REC has always been active with local school systems. From attending career days and giving electrical safety demos, to providing scholarships to students and grants to educational programs, REC supports schools, teachers and students in a variety of ways.
The COVID-19 pandemic has impacted every aspect of life, especially schools. Finding new ways to continue providing support, REC has donated resources and provided funding to different nonprofit groups across the Cooperative’s service area. Recently, REC made a $2,000 donation to both the Frederick County Educational Foundation and the Clarke County Education Foundation.
The Frederick County Educational Foundation (FCEF) is a nonprofit organization that provides financial resources to Frederick County Public Schools, awarding classroom and STEM grants to fund innovative programs for the more than 13,000 students in the Frederick County Public School system.
"As teachers worked through their reimagined COVID-19 classrooms, they were faced with expenses they paid out of their own pockets," explained Brian Wolfe, REC’s senior public relations specialist, who helped coordinate the donation. "The FCEF’s grant will help teachers offset those expenses, and REC’s donation will directly support four Frederick County teachers."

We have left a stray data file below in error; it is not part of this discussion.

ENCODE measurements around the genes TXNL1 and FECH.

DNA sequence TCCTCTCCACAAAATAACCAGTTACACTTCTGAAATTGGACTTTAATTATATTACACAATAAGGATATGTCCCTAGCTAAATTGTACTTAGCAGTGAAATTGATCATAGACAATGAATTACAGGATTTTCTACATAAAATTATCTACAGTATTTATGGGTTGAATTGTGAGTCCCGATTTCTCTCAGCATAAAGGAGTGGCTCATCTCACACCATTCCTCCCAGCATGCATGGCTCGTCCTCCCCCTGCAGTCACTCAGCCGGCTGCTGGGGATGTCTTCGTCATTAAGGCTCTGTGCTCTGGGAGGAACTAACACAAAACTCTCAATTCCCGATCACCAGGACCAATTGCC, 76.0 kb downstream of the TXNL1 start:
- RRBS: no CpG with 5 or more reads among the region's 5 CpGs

Likewise, the Clarke County Education Foundation (CCEF) is a nonprofit organization dedicated to providing private support to Clarke County Schools to enhance its tax-supported programs. Since its inception, the CCEF has provided student scholarships, teacher grants, system demonstration grants and donor-defined projects.
"The donation REC made to CCEF will be broken down to support three different initiatives, from supporting individual teachers to providing assistance with school-wide services," Wolfe said.
To help offset the expenses that teachers experienced while purchasing materials, supplies and learning tools, $1,000 will go towards supporting numerous teachers whose expenses range anywhere from $20 to over $100.
The other half of the donation will be split evenly between two services - the development and logistical cost of creating virtual field trips for Clarke County Schools to the Discovery Museum in Winchester and the Internet Kajeets service, which is a subscription service that provides 36 mobile hotspots for students without internet access.